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Day 11 - Im in ur noun, verbing ur related noun.
groovebot
groovebot
Day 11
I'm becoming even more alarmed at how infrequently I'm needing to chew gum right now. When I started, I was afraid that buying gum might exceed cigarette spending in the early going. By now, that dynamic has exactly reversed and I don't really know what to make of all of it:

Does an improved mood really make this much of a difference? Was I really in that much of a worse place a year ago? Seems like a dumb question. But as bad as last March was, it isn't as if I'm skipping through verdant meadows and riding Pegasi this year. The escapism of smoking ought not have diminished for an average baseline activity.

Am I less stressed this year? I guess so, for the above reasons. But if the stress has lessened, it's also changed. My job still makes me uncomfortable and, if anything, it carries a larger burden now. I'm more connected with it; it seems less quittable. As unlikely as it sounds, I have even less human contact these days than I did back then. In other words, I have more reason at work to need relief, and fewer chances outside of work to get it.

Is the gum that powerful? Unless the box of gum I bought accidentally contained the Over 25 Cigarettes a Day variety, I'm receiving way less nicotine than the gum's makers recommend. During the first six weeks, they say taking fewer than nine doses per day could interfere with the treatment's efficacy. Even if I dismiss their motivation for selling me more boxes of gum, I'm still getting well below the equivalence of even a light day of smoking. Yesterday, a mere 11 days after quitting, I had almost no desire to smoke all day and well into the night. I settled on having one piece of gum as I started watching a movie before bed, almost as an afterthought. Opting against that would scarcely have been missed. And it isn't just that the gum's foulness is a deterrant - the underlying dependency is not sublimating directly to a desire to smoke, skipping the much less attractive gum. Frankly, I don't know where it's going.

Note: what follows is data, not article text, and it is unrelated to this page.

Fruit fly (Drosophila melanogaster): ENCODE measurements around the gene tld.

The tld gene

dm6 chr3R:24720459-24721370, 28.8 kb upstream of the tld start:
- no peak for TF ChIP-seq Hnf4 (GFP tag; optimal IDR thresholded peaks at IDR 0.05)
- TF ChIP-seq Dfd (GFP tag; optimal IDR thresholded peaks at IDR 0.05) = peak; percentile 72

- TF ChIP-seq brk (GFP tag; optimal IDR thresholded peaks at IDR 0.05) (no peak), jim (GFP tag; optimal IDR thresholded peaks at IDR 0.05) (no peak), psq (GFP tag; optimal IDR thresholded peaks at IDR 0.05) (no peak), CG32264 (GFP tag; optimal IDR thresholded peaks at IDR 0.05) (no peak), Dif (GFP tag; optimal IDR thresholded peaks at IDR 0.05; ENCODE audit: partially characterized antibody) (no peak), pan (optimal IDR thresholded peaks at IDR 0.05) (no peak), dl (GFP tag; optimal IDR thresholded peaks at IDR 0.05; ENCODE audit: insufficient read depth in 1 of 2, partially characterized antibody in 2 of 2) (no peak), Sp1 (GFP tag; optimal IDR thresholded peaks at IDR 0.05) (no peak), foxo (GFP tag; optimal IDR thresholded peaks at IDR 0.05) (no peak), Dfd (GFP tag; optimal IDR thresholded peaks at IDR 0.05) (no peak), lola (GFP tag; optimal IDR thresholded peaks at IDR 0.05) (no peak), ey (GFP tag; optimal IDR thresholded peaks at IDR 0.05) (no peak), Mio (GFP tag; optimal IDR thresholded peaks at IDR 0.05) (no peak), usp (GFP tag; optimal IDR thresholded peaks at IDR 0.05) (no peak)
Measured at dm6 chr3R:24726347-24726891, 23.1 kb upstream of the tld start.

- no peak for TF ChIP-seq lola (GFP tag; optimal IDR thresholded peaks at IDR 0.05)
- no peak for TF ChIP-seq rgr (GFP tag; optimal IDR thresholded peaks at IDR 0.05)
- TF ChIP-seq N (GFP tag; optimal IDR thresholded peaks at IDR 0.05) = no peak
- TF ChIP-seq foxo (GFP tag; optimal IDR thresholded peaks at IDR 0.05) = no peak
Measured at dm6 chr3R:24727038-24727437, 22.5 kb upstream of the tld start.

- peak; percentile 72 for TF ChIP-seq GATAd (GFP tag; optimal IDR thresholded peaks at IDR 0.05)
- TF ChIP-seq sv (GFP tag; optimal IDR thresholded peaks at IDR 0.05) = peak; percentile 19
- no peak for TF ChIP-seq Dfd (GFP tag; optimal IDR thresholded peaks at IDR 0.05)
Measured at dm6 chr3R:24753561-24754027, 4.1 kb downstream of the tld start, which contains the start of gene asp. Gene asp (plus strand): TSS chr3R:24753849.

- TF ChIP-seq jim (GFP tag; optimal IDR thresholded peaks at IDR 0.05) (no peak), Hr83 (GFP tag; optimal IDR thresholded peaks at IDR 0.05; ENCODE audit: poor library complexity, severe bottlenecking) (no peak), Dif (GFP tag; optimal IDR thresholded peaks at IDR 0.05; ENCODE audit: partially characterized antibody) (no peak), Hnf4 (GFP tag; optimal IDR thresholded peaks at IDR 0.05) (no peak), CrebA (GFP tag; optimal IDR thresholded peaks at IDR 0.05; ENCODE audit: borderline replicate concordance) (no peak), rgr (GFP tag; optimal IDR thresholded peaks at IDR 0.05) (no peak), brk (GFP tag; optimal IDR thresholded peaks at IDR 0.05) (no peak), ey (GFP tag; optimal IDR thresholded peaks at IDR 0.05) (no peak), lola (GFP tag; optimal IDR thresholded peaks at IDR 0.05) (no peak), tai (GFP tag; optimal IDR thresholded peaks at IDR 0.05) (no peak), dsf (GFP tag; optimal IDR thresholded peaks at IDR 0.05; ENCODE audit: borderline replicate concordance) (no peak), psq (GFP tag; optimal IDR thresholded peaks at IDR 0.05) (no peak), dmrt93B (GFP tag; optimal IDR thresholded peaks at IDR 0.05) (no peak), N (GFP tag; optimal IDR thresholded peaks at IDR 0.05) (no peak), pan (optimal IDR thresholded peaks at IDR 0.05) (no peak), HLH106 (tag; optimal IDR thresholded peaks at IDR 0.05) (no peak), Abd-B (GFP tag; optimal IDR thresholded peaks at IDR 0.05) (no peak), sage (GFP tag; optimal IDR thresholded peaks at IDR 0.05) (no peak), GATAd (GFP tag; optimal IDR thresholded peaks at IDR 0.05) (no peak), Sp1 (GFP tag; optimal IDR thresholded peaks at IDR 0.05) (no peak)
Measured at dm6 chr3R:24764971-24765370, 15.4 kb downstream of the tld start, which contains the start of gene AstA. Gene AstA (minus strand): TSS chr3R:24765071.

None of this is even resembles a clean lab experiment, of course. Even if that was the goal, I could not have called myself a year ago the "control" group while keeping a straight face. All the time I did smoke, I had convinced myself that any attempt to quit would be unsuccessful unless I wanted to quit. It was a handy conceit for rebuffing thoughts of making the attempt at all. Now it seems all along I was more persuasive than I could have ever taken credit for. I'm at a loss to describe any other reason for the relative success compared to the same point of any other try.

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